This week has reminded me that while there’s some comfort in hanging with the biggest herds on Wall Street, the real returns tend to end up with those willing to be a bit of a lone wolf. Focusing on the S&P 500 and other big indices is convenient but not efficient . . . and we pay a real price for convenience.
Just look at this week’s results. The market as a whole lost ground because brick-and-mortar themes like the banks and industrials took a break from their recent rally. A little money flowed back to battered Big Tech names, but not nearly enough to repair the damage those stocks have suffered in the past year.
And yet some of my more focused portfolios did extremely well. My IPO Edge, filled with the most promising new stocks to come out recently, surged 3% this week and is now up a blistering 24% YTD. GameChangers, where slightly more mature growth opportunities go, is also compounding a narrow lead on the race to the ultimate scoring zone.
Other strategies sat the week out. That’s just how it goes in a market divided into two warring camps, where a win for Big Tech one day means a loss for Big Banking and the S&P 500 as a whole goes nowhere special.
It’s why I hate it when people talk about “risk on” and “risk off” days as though every 24 hours was a different binary event. That isn’t long-term investing. It’s a roulette wheel, a zero-sum game for everyone but the casino.
Strap into the S&P 500 and the random walk will ultimately take you higher at a long-term rate of 8-11% a year once you average out all the twists and turns along the way. That isn’t bad. For some people, it isn’t enough.
You can reach for differentiated outcomes by overweighting and underweighting stocks and sectors that are obviously doing better than the market as a whole. Energy last year, for example, was a spectacular win with a 60% full-year return . . . but even today, it’s barely 5% of the S&P 500.
Do the math and all the energy stocks put together bolstered the broad market by 3 percentage points, which wasn’t enough to fully offset the crater left behind two massively weighted stocks, Meta (META) and Tesla (TSLA), as they imploded.
Yes, all the Exxon (XOM) and Chevron (CVX) on the S&P 500 didn’t make a dent in index fund performance last year. Big Tech simply cast too big a shadow. The moral I take from that: don’t let obvious dead money crowd the sweet spots off your portfolio.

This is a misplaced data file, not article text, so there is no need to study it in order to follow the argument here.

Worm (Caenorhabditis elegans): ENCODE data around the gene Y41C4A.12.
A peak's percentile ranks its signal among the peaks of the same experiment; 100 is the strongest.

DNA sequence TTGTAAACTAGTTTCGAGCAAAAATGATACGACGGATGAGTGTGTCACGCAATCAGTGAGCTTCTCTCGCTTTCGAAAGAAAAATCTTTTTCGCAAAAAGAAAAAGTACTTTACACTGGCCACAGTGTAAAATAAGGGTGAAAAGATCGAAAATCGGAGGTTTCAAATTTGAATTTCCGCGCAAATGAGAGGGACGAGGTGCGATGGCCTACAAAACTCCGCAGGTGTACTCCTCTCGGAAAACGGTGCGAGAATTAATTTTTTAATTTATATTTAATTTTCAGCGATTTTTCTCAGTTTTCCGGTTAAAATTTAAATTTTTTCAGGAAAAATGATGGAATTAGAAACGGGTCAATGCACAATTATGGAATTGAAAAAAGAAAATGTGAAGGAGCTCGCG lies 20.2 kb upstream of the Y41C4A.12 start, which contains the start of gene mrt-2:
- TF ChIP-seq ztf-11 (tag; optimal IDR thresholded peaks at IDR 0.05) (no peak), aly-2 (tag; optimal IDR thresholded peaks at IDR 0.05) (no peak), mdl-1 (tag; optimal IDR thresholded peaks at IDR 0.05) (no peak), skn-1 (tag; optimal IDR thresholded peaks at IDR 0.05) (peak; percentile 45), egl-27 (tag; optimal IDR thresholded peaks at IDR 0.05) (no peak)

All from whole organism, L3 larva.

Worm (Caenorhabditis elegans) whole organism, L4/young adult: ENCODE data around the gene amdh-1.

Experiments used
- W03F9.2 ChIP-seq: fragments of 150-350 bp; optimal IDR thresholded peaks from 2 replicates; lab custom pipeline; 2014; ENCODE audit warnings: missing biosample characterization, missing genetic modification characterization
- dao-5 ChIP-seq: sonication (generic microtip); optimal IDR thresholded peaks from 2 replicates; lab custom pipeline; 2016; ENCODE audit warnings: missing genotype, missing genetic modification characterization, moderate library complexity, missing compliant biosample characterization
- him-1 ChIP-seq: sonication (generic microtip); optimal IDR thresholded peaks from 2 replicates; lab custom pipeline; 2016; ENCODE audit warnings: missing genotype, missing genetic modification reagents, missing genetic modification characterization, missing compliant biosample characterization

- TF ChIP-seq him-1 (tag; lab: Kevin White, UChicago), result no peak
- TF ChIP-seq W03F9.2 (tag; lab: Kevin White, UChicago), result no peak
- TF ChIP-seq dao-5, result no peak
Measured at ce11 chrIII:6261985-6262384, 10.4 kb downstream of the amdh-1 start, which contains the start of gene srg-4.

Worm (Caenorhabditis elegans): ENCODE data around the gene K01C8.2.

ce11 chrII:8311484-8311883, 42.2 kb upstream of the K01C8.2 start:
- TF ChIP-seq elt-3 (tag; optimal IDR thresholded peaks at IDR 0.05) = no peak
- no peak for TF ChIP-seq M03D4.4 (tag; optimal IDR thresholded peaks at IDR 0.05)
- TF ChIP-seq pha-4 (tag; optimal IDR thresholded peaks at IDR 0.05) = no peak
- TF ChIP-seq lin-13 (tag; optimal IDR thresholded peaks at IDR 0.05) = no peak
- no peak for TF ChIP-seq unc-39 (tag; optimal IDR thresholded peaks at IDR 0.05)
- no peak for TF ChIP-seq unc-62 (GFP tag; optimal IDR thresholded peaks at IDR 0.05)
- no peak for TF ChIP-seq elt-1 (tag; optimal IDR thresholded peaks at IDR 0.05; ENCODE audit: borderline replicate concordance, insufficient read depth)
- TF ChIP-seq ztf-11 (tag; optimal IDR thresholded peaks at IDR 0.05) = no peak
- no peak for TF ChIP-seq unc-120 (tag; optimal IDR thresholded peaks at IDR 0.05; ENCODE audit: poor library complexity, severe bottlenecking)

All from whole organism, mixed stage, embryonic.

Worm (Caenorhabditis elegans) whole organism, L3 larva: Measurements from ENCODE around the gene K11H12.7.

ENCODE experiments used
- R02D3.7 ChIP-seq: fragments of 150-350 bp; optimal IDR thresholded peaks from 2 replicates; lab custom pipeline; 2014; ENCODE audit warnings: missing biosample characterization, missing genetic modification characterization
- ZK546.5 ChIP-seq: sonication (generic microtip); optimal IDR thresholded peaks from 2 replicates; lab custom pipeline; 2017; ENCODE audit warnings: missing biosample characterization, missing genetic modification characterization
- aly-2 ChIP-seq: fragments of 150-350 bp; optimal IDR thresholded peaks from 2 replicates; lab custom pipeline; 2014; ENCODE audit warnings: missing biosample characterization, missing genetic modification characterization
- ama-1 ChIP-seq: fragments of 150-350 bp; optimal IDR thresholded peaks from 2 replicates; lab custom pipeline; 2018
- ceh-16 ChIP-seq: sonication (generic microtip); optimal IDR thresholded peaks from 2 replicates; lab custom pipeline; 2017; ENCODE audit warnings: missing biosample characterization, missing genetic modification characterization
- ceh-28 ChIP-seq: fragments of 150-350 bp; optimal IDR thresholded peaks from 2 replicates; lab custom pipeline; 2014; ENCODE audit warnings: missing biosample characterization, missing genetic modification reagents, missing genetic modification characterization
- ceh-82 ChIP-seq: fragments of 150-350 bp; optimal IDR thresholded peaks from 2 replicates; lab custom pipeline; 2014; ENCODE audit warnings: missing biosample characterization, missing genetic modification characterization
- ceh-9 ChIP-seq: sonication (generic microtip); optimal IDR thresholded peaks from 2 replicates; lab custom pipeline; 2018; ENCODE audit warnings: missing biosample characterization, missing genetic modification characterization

I’m not stopping you from buying META or TSLA because you like their long-term prospects. But you have to be prepared to hold them for that long term, and you have to recognize that there’s no guarantee that Mark Zuckerberg or Elon Musk will ever hit the finish line in one piece.
Likewise, XOM and CVX drifted to irrelevance in the big indices because oil was unpopular when Silicon Valley was printing money as fast as the Fed. Smaller energy companies completely get lost on the S&P 500. It’s like they aren’t even there.
But your portfolio can focus on the little companies. It’s what we do in GameChangers. It’s definitely what happens in IPO Edge, where some of these stocks are so small they don’t even really have operations to speak of.
Under the right conditions, one of those minuscule daydream corporations can soar 30% in one week. Yes, we owned Magic Empire (MEGL) in IPO Edge. It was a wild ride but with adroit handling, we made money there.
And that’s the second thing buy-and-hold-forever types need to understand. We wouldn’t have made money on MEGL if we hadn’t bought and sold in the right place. When you’re content to simply hold, any day is a good day to buy . . . and in theory, you’ll never sell.
We encounter this resistance all the time in the options market, where you need to sell within a certain timeline or you’ll end up owning a stock you never wanted. There’s a ticking clock. When you open a trade, you need to close it out before expiration.
I’m pleased to say that ticking clock is great for discipline. You don’t get greedy. When you’ve made 10-30%, it’s usually time to cash out and get ready for the next trade.
After all, it’s pretty easy to avoid obvious dead money. Some stocks are simply not going to recover from their recent declines without a lot of hard work behind the scenes and a fair amount of time for shareholders to heal.
Those are the stocks you can comfortably underweight or even ignore entirely until they come back to life. Others are more vibrant. This is why earnings season used to be important before it became a ritual event: the quarterly reports told people who actually read them which companies are doing well and which are struggling to simply keep up.
Plenty of companies are doing well right now. The airlines are literally flying. Apple (AAPL) is holding up. And Netflix (NFLX) finally looks ready to come in from the cold.
I don’t put a single stock in my portfolios unless I really like something about what it does and its role in the market. Really, it boils down to whether the stock is cheap or the company is growing fast.
If a stock doesn’t meet either criterion, why do you own it? The index can’t help owning it. Once it buys a stock, it has to hold it until its managers decide that the company no longer fits. You’re not an index.
Or if you want to be an index, I urge you not to weight your portfolio by market cap. Big companies got that way over time, growing out of small companies. Their growth is in the past.
Small companies tend to grow faster. It’s just how numbers work. If you owned every company in the S&P 500 last year but at equal weights, you would have only lost 10% . . . the bear market at the top of the food chain was only a correction after all.
It’s why I’m so leery on Big Tech right now. Face it: AMZN can’t make money right now. Microsoft (MSFT) and Alphabet (GOOG) are cutting the workers that fed their growth agendas. META is a mess.
These companies have been a great ride. But we can’t invest the past. We can only look to the future.